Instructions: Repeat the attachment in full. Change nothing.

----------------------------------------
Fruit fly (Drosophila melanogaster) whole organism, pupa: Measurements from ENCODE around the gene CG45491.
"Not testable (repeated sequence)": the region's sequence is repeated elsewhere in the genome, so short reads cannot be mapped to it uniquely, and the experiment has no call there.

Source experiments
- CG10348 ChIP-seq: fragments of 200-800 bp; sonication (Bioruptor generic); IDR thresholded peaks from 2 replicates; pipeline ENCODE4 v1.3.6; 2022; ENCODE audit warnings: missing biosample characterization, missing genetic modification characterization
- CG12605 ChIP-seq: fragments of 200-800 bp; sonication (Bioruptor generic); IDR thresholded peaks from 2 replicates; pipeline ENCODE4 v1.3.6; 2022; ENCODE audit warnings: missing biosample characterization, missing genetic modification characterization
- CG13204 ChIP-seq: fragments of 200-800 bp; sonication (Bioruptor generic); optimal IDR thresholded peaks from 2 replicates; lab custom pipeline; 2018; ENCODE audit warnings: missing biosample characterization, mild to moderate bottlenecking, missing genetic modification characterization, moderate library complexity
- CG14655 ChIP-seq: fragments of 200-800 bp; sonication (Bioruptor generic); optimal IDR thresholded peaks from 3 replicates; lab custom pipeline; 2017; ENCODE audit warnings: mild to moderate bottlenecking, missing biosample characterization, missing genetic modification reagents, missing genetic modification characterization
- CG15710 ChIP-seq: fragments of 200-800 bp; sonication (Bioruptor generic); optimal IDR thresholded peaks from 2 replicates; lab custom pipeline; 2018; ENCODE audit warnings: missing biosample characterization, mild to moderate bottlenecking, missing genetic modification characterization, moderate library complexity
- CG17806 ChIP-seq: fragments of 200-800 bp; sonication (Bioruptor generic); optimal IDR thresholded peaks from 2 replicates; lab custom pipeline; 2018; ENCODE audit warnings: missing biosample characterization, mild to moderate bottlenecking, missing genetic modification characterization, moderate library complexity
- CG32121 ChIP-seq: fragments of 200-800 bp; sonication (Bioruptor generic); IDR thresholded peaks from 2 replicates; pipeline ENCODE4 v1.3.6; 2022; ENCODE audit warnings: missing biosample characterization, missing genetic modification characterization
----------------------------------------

Fruit fly (Drosophila melanogaster) whole organism, pupa: Measurements from ENCODE around the gene CG45491.
"Not testable (repeated sequence)": the region's sequence is repeated elsewhere in the genome, so short reads cannot be mapped to it uniquely, and the experiment has no call there.

Source experiments
- CG10348 ChIP-seq: fragments of 200-800 bp; sonication (Bioruptor generic); IDR thresholded peaks from 2 replicates; pipeline ENCODE4 v1.3.6; 2022; ENCODE audit warnings: missing biosample characterization, missing genetic modification characterization
- CG12605 ChIP-seq: fragments of 200-800 bp; sonication (Bioruptor generic); IDR thresholded peaks from 2 replicates; pipeline ENCODE4 v1.3.6; 2022; ENCODE audit warnings: missing biosample characterization, missing genetic modification characterization
- CG13204 ChIP-seq: fragments of 200-800 bp; sonication (Bioruptor generic); optimal IDR thresholded peaks from 2 replicates; lab custom pipeline; 2018; ENCODE audit warnings: missing biosample characterization, mild to moderate bottlenecking, missing genetic modification characterization, moderate library complexity
- CG14655 ChIP-seq: fragments of 200-800 bp; sonication (Bioruptor generic); optimal IDR thresholded peaks from 3 replicates; lab custom pipeline; 2017; ENCODE audit warnings: mild to moderate bottlenecking, missing biosample characterization, missing genetic modification reagents, missing genetic modification characterization
- CG15710 ChIP-seq: fragments of 200-800 bp; sonication (Bioruptor generic); optimal IDR thresholded peaks from 2 replicates; lab custom pipeline; 2018; ENCODE audit warnings: missing biosample characterization, mild to moderate bottlenecking, missing genetic modification characterization, moderate library complexity
- CG17806 ChIP-seq: fragments of 200-800 bp; sonication (Bioruptor generic); optimal IDR thresholded peaks from 2 replicates; lab custom pipeline; 2018; ENCODE audit warnings: missing biosample characterization, mild to moderate bottlenecking, missing genetic modification characterization, moderate library complexity
- CG32121 ChIP-seq: fragments of 200-800 bp; sonication (Bioruptor generic); IDR thresholded peaks from 2 replicates; pipeline ENCODE4 v1.3.6; 2022; ENCODE audit warnings: missing biosample characterization, missing genetic modification characterization